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#13 Posted on 2.6.05 1609.13
Reposted on: 2.6.12 1618.26
    Originally posted by Mess
    He taught us not only the cold facts of history, but the warmth of historical connections, the reasoning behing historical events, the thoughts and failures of important people. He taught us how people of all generations and cultures might have actually lived and thought about events that are just words in a text book.


Which is a MUCH richer way to teach History compared to "on X date B did Y, R, and s. Then, four years later, C said T, U, and W."

Ugh.
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#14 Posted on 2.6.05 1619.47
Reposted on: 2.6.12 1622.52
Getting through a textbook is hard enough. History curriculum should be reviewed every couple of years to see what should be added or replaced.

In New England, every few grades has American history courses being re-taught back to pilgrims and the MayFlower. Rarely do classes get up to the Industrial Revolution, much less the WWI, WWII, or even Vietnam.

On the West Coast, I've heard American history often begins with the Gold Rush.

To me, what should be covered is what might be relevant enough for the population. Ancient history has interesting stories and parallels, but spending too much time on the old old stuff short-changes the newer.
AWArulz
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#15 Posted on 2.6.05 1638.01
Reposted on: 2.6.12 1644.31
    Originally posted by EddieBurkett
    I don't know what exactly you are teaching and what the age range in question is, but can you claim that your sample is truly representative, or is it possible that the older you get, the less likely you are to seek further education unless you are genuinely interested and dedicated?


I'm a corporate trainer. So my students get sent to me. They rarely have a choice about it. In fact, the old farts are usually quite resistant about it. But when it gets down to the actual work of learning and actual performance testing, they shine, as a rule.

Obviously, my sample is small and somewhat non-representive of the population. It's heavy on guys, mostly 22 to about 55, with about 30% older than 45, although that has skewed downward lately. Experience in the field (building control systems) doesn't seem to be a factor, but area of operation does. Northeasterners seem to be the slowest, regionally, in getting the material. (I'm thinking: They spend too much time driving to it), while Westerners, especially Californians, seem to be the quickest. The guys in the 40-50 age range seem to be the quickest by far as an age group, with 30-40 second.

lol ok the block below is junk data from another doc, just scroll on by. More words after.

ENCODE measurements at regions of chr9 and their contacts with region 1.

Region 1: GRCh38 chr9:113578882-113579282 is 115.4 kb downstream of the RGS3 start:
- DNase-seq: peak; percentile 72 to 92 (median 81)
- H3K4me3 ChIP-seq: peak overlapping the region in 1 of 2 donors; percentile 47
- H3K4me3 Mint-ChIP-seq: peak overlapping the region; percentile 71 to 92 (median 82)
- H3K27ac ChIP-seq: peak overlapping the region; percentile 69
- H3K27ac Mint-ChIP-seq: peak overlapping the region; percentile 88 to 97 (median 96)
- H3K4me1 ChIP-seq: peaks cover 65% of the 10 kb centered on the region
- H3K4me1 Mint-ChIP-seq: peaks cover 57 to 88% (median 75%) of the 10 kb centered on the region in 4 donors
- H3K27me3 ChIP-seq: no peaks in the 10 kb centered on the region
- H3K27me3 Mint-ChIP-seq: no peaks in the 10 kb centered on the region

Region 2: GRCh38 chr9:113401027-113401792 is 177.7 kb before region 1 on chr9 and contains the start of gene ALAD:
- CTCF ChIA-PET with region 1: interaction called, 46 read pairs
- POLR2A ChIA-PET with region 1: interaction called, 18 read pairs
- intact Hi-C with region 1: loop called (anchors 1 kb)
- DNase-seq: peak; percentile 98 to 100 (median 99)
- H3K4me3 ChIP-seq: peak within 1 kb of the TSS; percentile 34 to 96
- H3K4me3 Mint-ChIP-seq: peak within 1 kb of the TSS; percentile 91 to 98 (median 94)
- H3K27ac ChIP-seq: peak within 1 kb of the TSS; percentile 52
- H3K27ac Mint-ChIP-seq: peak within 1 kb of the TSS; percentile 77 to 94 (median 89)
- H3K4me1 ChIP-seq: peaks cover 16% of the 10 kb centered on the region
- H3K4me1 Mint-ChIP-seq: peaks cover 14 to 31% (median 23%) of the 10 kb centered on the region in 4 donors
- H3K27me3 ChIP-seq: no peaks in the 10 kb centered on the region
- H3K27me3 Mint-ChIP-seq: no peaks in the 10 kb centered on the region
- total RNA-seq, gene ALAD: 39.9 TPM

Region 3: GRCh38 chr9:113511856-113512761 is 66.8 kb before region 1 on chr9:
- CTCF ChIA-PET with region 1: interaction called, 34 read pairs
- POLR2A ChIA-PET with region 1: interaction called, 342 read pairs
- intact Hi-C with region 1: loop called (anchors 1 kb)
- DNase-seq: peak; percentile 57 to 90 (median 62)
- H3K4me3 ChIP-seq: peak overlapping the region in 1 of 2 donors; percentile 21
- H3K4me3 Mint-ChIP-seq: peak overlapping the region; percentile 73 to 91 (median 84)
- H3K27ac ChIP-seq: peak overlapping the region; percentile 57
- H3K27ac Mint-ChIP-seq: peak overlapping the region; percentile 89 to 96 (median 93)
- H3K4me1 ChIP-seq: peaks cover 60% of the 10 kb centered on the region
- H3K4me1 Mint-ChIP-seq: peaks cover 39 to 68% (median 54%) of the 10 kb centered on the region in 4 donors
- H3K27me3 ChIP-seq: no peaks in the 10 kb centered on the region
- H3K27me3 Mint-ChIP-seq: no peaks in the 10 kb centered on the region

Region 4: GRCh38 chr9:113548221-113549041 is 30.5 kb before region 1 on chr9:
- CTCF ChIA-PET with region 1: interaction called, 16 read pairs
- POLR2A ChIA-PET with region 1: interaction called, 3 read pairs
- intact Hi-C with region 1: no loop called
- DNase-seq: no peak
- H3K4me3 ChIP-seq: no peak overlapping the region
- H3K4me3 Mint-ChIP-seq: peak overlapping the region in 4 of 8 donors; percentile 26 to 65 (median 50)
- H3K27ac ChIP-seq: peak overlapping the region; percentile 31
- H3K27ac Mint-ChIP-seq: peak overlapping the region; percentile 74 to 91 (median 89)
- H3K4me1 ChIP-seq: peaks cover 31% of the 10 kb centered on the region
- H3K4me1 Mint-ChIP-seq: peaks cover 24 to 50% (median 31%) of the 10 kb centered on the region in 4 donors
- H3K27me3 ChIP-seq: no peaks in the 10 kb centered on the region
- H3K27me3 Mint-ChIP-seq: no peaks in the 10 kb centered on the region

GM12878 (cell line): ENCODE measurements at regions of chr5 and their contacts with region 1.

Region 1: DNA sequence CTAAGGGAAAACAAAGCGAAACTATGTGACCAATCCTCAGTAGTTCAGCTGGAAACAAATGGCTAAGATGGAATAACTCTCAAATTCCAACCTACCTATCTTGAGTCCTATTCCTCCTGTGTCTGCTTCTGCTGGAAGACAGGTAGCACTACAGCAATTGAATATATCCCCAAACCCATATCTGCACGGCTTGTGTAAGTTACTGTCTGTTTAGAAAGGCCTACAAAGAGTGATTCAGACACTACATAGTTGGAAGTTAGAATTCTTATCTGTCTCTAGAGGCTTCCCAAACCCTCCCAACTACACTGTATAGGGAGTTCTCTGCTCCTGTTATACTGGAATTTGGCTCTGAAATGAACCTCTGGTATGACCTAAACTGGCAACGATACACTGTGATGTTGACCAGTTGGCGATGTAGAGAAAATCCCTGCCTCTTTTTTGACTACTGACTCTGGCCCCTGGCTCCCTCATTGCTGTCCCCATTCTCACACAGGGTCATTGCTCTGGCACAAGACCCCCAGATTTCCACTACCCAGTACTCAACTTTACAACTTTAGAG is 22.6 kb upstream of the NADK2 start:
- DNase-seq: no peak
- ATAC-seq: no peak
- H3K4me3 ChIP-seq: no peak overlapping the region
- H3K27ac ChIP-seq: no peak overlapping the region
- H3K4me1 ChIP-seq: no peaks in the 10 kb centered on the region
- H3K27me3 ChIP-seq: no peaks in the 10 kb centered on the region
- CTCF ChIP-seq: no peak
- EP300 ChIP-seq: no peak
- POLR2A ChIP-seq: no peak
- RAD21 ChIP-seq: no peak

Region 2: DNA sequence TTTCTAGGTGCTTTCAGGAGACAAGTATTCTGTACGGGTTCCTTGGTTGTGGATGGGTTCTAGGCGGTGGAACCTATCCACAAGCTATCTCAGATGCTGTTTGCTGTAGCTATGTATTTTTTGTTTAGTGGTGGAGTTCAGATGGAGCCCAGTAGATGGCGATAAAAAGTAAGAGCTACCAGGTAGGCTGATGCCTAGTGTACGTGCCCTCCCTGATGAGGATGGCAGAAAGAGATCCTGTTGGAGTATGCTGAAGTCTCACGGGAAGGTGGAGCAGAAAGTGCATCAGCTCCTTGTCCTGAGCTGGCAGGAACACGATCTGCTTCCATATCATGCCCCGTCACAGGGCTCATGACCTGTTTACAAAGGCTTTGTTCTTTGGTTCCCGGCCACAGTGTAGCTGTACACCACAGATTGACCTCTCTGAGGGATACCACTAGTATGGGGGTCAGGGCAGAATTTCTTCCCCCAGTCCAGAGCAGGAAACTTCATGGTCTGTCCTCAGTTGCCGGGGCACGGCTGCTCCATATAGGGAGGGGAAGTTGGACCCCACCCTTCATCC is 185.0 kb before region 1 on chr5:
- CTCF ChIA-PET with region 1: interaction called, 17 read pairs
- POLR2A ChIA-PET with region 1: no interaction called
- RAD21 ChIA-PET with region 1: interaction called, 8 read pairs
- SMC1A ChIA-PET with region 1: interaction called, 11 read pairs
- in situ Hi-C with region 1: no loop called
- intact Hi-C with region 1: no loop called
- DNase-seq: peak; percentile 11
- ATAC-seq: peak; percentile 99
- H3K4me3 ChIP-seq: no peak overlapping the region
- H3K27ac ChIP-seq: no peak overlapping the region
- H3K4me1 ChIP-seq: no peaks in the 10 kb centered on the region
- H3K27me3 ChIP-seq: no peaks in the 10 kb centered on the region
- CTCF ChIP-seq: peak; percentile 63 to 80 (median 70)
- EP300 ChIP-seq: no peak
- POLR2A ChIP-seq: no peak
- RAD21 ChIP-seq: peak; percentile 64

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#16 Posted on 2.6.05 1725.55
Reposted on: 2.6.12 1729.01
I'm reminded of a book I read. It was called "Lies My Teacher Told Me: Everything Your American History Textbook Got Wrong."
http://www.amazon.com/exec/obidos/tg/detail/-/0684818868/qid=1117750705/sr=8-1/ref=pd_csp_1/104-3947345-4197553?v=glance&s=books&n=507846

The author, who was quite liberal, I must admit, felt that history classes don't cover the recent history because then people would realize the textbooks are wrong. There are no eye-witnesses who can tell you that Columbus wasn't really a hero, or that racial equality after the Civil War was higher in some places than it is today.

But parents and grandparents of students know about the Vietnam War, so the textbooks are noticeably vague. That way they can't get yelled at.
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#17 Posted on 3.6.05 1151.53
Reposted on: 3.6.12 1157.10
    Originally posted by Mr. Boffo
    I'm reminded of a book I read. It was called "Lies My Teacher Told Me: Everything Your American History Textbook Got Wrong."
    http://www.amazon.com/exec/obidos/tg/detail/-/0684818868/qid=1117750705/sr=8-1/ref=pd_csp_1/104-3947345-4197553?v=glance&s=books&n=507846

    The author, who was quite liberal, I must admit, felt that history classes don't cover the recent history because then people would realize the textbooks are wrong. There are no eye-witnesses who can tell you that Columbus wasn't really a hero, or that racial equality after the Civil War was higher in some places than it is today.

    But parents and grandparents of students know about the Vietnam War, so the textbooks are noticeably vague. That way they can't get yelled at.


I may not know as much about history as the author of that book, but I would tend to disagree with that. We don't put newer history into textbooks because, quite simply, we can't judge recent history fully. It isn't that we can't judge it at all, but rather it is best to wait longer to get a more clear perspective. We know the short term consequences of Vietnam and the Civil Rights movement, but we don't know how they will be judged a century from now.

As for this textbook solution, it sucks. I definately agree with the posters who said that history should be more than memorizing facts and dates. It should. The best history course I took was as a freshman in high school. We had to memorize three dates all year, we barely read the textbook, and the class focused on critical thinking and making connections between historical events. It was a great class, but that doesn't work for all history classes, let alone all courses in general. What about higher math? Can you teach all of an introductory calculus course in 200 pages? I certainly don't think so. This is just a stupid solution that fails to address any of the real causes that kids don't learn. It doesn't matter if the book is 200 pages or 2,000 pages, it won't matter.